Why Papers, Please is much better than Gone Home

This is a post that I wrote for my blog at Geek Bravado but I decided to put it here as well because I'm curious what others think and figured Giant Bomb would be a good place to generate some discussion.

NOTE: This initial section is free of spoilers. I will clearly mark where spoilers begin. It is not recommended that you read that section unless you have finished Gone Home and played a lot of Papers, Please or don't plan to play either at all.

I normally don't do game reviews on here but I felt compelled to this time. This past week saw the release of two high-profile indie games: The Fullbright Company's Gone Home and Lucas Pope's Papers, Please. These have both been getting a lot of attention and with good reason. They're both titles that try to do things very differently and focus on conveying unique and moving stories through play. I had never heard of Lucas Pope before this but The Fullbright Company is headed by Steve Gaynor, who was the creative lead behind the incredible Minerva's Den DLC for BioShock 2. The reviews of Papers, Please have been positive and it's selling well as far as I can tell but Gone Home has been receiving rather stunning acclaim. Nearly every review is a perfect score or near to it and even The New York Times has been singing its praise. It's also been outselling Papers, Please on Steam by a decent margin. I finished Gone Home in two sittings yesterday and I have put about five hours into Papers, Please without having yet reached the end. However, I've experienced a lot of what it offers and what it's trying to convey. As seems to be often the case, my opinion differs from the common group think quite a bit as I think Papers, Please is not only a far superior game to Gone Home but is also a substantially better value at $10, half of what The Fullbright Company is asking for their creation. Rather than just do a straight up review of both, this is going to be a bit of a comparison to try to make that case.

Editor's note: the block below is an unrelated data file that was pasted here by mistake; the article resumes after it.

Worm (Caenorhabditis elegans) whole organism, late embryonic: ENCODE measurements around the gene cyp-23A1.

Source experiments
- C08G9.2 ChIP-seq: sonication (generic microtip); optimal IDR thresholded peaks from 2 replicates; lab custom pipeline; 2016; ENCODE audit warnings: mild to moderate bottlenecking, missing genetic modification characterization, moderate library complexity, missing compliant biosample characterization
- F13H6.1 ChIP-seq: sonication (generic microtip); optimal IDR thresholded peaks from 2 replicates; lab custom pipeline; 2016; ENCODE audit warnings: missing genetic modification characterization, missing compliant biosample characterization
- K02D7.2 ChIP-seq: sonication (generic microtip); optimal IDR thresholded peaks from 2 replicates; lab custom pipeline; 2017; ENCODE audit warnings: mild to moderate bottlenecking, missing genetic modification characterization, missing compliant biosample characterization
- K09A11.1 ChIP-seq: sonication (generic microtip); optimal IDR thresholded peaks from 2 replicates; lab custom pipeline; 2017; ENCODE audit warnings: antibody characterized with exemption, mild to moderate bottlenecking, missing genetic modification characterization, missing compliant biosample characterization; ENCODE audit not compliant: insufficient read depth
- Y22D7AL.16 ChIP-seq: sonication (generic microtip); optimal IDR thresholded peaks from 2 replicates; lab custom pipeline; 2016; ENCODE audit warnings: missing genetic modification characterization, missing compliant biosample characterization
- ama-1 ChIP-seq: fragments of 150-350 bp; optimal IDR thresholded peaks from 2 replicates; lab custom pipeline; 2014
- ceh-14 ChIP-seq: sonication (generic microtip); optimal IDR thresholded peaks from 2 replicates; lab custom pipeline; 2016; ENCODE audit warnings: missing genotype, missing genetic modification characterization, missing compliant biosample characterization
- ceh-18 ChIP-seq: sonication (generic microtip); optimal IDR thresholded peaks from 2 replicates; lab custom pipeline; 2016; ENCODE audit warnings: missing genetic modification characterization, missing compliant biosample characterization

Gone Home is honestly not that much of a game so much as it is an interactive story. It's 1995 and you come home from a European trip to find your parents and your sister are all gone with no real explanation as to why. You wander around your house, looking at objects and through them, you are told what is a fairly moving family story. There's no combat, no scares, no interaction with another live person. It's just you, the house and your sister's journal entries. Now don't misunderstand me, that's how this title has been billed from the very beginning. The Fullbright Company didn't mislead anyone and I applaud them for taking this creative approach. It's been done before but not often and rarely very well. One of the things Gone Home has been lauded for is how it's able to convey a narrative with no guns, swords, violence or really, any direct conflict whatsoever. That is indeed unusual but certainly not unheard of. In fact, my favourite game of all time, The Longest Journey does something very similar and with much deeper narrative and character development. Gone Home is a game anyone with any skill level can pick up and play and it rewards patience and a willingness to check every single nook and cranny for clues. In the end, you are treated to a story that can make you cry, smile and ponder all at the same time.

The problem is, both the story and the mechanics of Gone Home are basic and I dare say, cliché. Yes, you can look at every object in the house and you can complete the story without hearing every journal entry and piece of back story. The problem is that 95% of the objects you will come across are meaningless and serve as little more than padding. When you find something that has relevance to the narrative, it's made very clear to you so as you can't miss the point. By the end of the title's very short length (I finished it in just over two hours and only missed I think three journal entries), you know the key points of the story regardless of what you missed because you can't get to the end without discovering certain key elements. The story is also touching, topical, brilliantly voice acted and has some great accompanying music (especially Chris Remo's poignant yet haunting ambient score) but in the end, it's something reminiscent of an after school special (do they even still have those?) It discusses important subject matter but it's far from original and aside from a "draw your own conclusions" ending, you can see all its major developments coming a mile away and there's no twists or big revelations. You'll know what's going to happen before most of it does and that saps a lot of the magic they still could have infused into what I think is otherwise, a very generic, sappy narrative. Being a linear experience, Gone Home also has no replay value, aside from going back to find any journal entries you missed, something that won't be appealing to most people I don't think. That it takes place in 1995 means little to the overall story as the main point of conflict could easily happen today as well. It just serves as a vehicle for the story to talk about things like Super Nintendo and The X-Files while also avoiding the necessity to use things like e-mail and smartphones to convey narrative points. That part is kind of cool for people my age though and I do like that they've made discovering the story a very analog, tactile experience.